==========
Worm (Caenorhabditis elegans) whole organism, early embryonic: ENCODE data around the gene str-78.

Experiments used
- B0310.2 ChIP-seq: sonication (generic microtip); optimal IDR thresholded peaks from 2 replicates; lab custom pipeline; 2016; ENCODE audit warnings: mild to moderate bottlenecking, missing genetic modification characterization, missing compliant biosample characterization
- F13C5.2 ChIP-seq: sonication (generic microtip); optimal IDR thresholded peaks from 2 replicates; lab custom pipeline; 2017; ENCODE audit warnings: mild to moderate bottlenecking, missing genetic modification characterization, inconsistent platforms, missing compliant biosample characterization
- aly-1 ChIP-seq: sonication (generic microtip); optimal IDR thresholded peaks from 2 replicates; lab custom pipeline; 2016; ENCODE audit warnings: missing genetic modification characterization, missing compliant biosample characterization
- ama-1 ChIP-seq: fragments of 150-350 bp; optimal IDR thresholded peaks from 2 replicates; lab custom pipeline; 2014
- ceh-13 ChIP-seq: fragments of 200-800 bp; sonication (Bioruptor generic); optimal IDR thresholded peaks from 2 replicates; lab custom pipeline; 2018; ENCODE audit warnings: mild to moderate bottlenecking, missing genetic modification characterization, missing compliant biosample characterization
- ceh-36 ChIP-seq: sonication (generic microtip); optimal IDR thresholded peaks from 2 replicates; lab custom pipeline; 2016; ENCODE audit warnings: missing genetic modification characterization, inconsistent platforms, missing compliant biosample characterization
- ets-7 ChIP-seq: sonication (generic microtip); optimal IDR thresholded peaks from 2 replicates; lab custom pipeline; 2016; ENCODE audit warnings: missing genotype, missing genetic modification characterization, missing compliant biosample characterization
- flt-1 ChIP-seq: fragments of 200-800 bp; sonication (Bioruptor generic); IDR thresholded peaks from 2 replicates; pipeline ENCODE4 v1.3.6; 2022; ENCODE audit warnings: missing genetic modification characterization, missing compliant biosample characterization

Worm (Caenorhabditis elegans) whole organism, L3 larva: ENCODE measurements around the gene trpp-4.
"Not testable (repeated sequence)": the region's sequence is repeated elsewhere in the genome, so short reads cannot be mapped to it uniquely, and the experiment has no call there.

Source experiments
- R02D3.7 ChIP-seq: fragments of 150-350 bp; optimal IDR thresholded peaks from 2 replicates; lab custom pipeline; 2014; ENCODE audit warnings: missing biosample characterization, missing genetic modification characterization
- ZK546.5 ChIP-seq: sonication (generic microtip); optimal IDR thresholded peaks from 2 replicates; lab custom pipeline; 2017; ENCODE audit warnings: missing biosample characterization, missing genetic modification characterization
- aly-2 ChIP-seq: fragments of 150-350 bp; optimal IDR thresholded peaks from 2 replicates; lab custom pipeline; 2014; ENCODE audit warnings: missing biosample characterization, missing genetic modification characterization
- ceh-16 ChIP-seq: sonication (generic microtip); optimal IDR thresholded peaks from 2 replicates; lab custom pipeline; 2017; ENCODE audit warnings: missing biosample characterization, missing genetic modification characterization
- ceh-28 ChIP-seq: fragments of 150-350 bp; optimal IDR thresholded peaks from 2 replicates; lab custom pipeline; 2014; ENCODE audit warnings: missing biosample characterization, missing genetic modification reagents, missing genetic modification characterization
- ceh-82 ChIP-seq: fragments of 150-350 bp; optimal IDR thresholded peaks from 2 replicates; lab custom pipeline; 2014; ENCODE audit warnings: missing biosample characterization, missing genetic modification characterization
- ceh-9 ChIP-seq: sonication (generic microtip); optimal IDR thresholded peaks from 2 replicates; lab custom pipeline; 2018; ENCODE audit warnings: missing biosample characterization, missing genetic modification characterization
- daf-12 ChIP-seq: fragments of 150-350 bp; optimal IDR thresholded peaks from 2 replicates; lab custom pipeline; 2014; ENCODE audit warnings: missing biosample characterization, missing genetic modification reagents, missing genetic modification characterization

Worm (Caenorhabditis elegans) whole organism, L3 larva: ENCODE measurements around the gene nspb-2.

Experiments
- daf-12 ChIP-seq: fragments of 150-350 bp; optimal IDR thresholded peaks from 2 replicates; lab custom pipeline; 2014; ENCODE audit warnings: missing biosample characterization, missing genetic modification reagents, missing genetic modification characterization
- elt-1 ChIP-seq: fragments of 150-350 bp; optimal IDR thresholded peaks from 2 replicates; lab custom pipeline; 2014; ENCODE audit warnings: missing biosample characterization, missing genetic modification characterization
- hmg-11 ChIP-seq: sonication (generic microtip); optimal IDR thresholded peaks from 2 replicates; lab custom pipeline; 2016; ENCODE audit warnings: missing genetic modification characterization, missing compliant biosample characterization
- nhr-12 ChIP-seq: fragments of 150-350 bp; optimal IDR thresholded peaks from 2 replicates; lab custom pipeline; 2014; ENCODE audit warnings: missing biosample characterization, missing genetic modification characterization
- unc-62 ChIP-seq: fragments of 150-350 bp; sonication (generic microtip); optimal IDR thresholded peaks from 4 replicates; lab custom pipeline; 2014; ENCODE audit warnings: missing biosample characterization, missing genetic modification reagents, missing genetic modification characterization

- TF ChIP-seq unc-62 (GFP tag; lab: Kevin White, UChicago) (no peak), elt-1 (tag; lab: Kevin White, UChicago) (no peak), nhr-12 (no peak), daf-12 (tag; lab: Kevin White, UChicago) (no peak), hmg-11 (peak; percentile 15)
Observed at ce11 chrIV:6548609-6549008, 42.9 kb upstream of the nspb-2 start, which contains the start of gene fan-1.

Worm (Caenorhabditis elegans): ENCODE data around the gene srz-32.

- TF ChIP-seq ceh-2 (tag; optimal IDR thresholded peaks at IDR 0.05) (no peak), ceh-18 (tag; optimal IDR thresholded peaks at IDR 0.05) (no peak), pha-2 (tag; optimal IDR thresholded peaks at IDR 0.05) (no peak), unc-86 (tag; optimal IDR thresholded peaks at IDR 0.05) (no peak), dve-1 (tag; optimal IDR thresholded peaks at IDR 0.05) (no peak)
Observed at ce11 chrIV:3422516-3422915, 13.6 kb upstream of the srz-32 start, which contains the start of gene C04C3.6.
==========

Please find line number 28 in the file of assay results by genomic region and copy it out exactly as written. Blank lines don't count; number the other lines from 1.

- unc-62 ChIP-seq: fragments of 150-350 bp; sonication (generic microtip); optimal IDR thresholded peaks from 4 replicates; lab custom pipeline; 2014; ENCODE audit warnings: missing biosample characterization, missing genetic modification reagents, missing genetic modification characterization